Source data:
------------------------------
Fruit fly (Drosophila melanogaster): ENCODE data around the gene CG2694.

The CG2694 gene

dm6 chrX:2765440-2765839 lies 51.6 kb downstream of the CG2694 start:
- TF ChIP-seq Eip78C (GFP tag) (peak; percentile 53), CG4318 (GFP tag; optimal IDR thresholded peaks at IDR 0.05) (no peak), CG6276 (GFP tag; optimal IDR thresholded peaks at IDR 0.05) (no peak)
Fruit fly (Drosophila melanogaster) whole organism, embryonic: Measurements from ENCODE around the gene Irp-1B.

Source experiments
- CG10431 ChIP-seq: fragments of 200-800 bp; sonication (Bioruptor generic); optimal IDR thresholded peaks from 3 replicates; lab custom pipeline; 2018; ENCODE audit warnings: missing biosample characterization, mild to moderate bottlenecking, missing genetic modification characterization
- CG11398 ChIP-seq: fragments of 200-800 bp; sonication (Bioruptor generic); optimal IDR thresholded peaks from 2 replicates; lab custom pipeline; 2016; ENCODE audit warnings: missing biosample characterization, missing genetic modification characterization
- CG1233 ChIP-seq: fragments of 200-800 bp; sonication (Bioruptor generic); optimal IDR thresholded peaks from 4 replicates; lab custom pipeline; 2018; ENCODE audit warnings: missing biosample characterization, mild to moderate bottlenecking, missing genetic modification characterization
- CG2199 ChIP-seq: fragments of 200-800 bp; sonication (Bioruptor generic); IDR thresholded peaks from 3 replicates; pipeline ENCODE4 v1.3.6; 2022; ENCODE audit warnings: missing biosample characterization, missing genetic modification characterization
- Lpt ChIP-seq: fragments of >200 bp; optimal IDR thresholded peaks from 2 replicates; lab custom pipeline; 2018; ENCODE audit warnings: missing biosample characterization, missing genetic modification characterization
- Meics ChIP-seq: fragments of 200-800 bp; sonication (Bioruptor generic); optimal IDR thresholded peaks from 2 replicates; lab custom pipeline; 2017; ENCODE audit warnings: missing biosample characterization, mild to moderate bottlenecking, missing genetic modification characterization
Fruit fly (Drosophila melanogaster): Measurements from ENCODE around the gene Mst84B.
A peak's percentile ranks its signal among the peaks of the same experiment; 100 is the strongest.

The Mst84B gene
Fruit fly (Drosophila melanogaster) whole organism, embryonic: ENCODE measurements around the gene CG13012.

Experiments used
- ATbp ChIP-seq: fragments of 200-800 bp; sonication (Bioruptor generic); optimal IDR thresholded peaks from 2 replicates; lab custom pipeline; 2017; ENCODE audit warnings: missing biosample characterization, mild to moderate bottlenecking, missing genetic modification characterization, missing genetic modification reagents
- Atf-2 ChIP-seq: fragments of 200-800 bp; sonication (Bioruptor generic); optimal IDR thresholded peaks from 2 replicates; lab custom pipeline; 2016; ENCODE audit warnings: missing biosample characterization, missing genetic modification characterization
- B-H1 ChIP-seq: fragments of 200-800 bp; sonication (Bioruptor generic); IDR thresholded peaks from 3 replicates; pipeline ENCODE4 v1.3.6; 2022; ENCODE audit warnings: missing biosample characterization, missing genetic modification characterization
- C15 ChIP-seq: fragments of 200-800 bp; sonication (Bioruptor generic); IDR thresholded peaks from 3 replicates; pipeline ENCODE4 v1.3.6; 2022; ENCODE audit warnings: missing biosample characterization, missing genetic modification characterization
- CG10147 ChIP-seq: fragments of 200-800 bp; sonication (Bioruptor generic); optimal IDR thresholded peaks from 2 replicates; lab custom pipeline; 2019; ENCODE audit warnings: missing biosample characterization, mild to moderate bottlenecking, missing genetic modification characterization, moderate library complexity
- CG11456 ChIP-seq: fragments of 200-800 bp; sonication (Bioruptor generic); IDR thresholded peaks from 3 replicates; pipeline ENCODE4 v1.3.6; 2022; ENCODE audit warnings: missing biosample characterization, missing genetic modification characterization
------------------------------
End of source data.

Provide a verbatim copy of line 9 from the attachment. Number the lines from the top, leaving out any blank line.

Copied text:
- CG1233 ChIP-seq: fragments of 200-800 bp; sonication (Bioruptor generic); optimal IDR thresholded peaks from 4 replicates; lab custom pipeline; 2018; ENCODE audit warnings: missing biosample characterization, mild to moderate bottlenecking, missing genetic modification characterization